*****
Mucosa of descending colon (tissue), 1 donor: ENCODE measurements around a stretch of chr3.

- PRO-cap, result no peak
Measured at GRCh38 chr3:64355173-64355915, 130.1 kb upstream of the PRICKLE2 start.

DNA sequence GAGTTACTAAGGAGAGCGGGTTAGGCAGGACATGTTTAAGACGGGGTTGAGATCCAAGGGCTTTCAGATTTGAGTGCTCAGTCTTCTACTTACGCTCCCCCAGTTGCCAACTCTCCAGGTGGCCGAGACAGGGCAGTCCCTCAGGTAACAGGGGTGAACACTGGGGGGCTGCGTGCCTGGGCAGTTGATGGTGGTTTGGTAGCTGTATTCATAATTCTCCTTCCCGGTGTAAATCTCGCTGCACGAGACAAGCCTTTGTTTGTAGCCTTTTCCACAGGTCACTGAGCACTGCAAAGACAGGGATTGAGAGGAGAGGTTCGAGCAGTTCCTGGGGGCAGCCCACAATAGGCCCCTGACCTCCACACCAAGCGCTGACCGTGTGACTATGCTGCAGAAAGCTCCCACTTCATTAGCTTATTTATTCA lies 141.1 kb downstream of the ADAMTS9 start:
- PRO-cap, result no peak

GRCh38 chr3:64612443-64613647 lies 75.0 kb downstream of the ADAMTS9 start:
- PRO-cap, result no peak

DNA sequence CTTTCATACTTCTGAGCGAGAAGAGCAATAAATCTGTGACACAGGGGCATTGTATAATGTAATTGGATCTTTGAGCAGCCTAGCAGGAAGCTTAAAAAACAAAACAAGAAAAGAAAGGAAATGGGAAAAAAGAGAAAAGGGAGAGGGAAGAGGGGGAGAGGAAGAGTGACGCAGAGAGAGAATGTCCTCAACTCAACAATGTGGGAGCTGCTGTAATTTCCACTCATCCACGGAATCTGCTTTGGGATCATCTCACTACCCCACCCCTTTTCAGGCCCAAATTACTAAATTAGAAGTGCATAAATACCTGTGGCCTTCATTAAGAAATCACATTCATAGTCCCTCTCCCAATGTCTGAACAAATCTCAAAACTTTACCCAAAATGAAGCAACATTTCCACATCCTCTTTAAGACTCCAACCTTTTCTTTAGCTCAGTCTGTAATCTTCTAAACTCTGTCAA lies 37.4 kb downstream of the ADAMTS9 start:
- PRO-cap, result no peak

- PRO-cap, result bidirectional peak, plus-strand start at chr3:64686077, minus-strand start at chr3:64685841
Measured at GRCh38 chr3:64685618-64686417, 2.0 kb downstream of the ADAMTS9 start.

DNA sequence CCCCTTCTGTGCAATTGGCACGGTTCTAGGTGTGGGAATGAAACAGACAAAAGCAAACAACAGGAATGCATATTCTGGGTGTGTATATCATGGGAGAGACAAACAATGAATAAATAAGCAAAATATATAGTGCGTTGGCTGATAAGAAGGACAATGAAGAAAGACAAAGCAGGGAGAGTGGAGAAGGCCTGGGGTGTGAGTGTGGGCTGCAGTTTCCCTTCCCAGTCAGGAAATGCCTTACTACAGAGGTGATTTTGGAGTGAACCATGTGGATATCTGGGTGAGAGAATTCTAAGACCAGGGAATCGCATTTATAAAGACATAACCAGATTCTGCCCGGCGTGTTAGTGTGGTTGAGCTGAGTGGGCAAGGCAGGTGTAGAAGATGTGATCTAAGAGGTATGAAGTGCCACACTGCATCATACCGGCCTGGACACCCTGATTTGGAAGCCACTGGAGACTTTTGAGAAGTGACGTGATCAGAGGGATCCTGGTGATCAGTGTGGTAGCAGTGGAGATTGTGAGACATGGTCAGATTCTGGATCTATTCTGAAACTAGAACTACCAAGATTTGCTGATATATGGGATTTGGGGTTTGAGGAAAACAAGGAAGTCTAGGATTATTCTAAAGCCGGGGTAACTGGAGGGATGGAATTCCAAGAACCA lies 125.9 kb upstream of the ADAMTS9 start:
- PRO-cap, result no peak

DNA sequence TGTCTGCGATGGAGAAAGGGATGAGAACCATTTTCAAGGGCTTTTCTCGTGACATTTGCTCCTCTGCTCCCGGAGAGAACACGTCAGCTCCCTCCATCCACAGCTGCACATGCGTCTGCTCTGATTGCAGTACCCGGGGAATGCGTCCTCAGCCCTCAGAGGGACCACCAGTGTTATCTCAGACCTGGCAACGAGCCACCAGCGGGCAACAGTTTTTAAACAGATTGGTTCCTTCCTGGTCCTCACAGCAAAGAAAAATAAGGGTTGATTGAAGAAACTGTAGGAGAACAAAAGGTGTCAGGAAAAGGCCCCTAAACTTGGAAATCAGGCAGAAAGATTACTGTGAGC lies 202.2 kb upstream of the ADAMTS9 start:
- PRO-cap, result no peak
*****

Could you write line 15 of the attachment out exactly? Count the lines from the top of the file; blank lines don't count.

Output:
- PRO-cap, result no peak